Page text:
ENCINITAS, Calif. — The surfing Madonna appeared just before Easter weekend and has been stirring a soulful debate in this Southern California beach town ever since.

The striking mosaic of the Virgin of Guadalupe riding a wave was affixed to a wall under a train bridge by artists disguised as construction workers in April. It technically is graffiti that should be removed under the law.

But the surfing Madonna’s beauty is drawing a mass following, and even city officials who say she must go acknowledge they too have been taken by her. They have spent thousands to hire an art conservation agency to find the best way to remove her without causing damage.

The 10-by-10-foot rock and glass mosaic poses an interesting dilemma over whether a city should spend lots of money to get rid of artwork that is illegal but well done and actually beautifies a place.

Deciding what is graffiti is a growing debate worldwide, with guerrilla artists gaining respect in established art circles. A number of museums have brought the street art indoors for prestigious exhibits in recent years, while pieces of illegal art snatched up by dealers have been fetching hefty sums.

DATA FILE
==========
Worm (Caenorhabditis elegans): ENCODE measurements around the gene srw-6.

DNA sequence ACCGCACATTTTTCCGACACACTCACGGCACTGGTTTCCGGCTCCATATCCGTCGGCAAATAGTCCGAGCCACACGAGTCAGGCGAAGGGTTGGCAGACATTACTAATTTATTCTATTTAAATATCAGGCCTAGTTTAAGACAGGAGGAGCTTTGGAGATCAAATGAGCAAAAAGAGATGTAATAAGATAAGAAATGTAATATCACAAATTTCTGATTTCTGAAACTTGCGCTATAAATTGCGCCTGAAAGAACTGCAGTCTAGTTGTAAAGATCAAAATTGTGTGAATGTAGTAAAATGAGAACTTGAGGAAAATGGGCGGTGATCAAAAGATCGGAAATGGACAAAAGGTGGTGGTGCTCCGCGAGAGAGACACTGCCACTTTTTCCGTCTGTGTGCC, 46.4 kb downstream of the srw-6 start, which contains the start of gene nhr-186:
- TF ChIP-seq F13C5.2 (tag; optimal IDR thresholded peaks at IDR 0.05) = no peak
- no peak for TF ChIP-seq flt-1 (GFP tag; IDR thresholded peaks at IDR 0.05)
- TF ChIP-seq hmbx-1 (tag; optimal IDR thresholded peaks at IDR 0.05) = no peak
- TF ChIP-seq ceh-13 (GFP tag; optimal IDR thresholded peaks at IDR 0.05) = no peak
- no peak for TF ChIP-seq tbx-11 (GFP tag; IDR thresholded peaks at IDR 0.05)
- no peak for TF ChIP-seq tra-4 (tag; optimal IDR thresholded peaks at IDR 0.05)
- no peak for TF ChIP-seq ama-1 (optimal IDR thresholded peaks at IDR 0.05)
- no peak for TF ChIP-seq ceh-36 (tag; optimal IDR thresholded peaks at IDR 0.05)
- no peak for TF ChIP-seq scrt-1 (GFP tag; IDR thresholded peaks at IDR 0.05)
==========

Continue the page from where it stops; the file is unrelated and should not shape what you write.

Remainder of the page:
Support for the wave-riding Virgin has only flourished amid the controversy. The artwork is on Twitter and Facebook, with a plea: “I’m the Surfing Madonna. Cherished public mosaic. Hangin’ in Encinitas. Hoping to become famous enough to be saved.”

Jack Quick, a local art dealer, saw the men in hard hats put up the mosaic in daylight just days before Easter. He estimates it cost $1,000 in materials and more than 100 hours to build it. The city does not know which artist or artists did the work. No one has stepped forward.

Thousands of people have come to see the artwork. Some have brought flowers and lit votive candles on the sidewalk under her.

Nevertheless, the artwork is problematic, says Encinitas Mayor James Bond, and will put city officials in the position of deciding the taste of Encinitas, which has about 63,000 residents. He added the mosaic’s religious connotations also have drawn complaints.

Some say the artwork blurs the line between church and state; others consider it sacrilegious to have Mexico’s patron saint pictured surfing.

“We can’t just go around saying, ‘Well, when someone slaps up something nice, we like it and it can stay.’ Or, ‘Oh, we don’t like it, so we’ve got to take it down,”‘ Bond said. “We can’t do that with art because people always love and hate the same piece of art. So it’s a slippery slope.”

A Los Angeles-based art conservation agency, Sculpture Conservation Studio, on Tuesday began testing ways to safely remove the mosaic.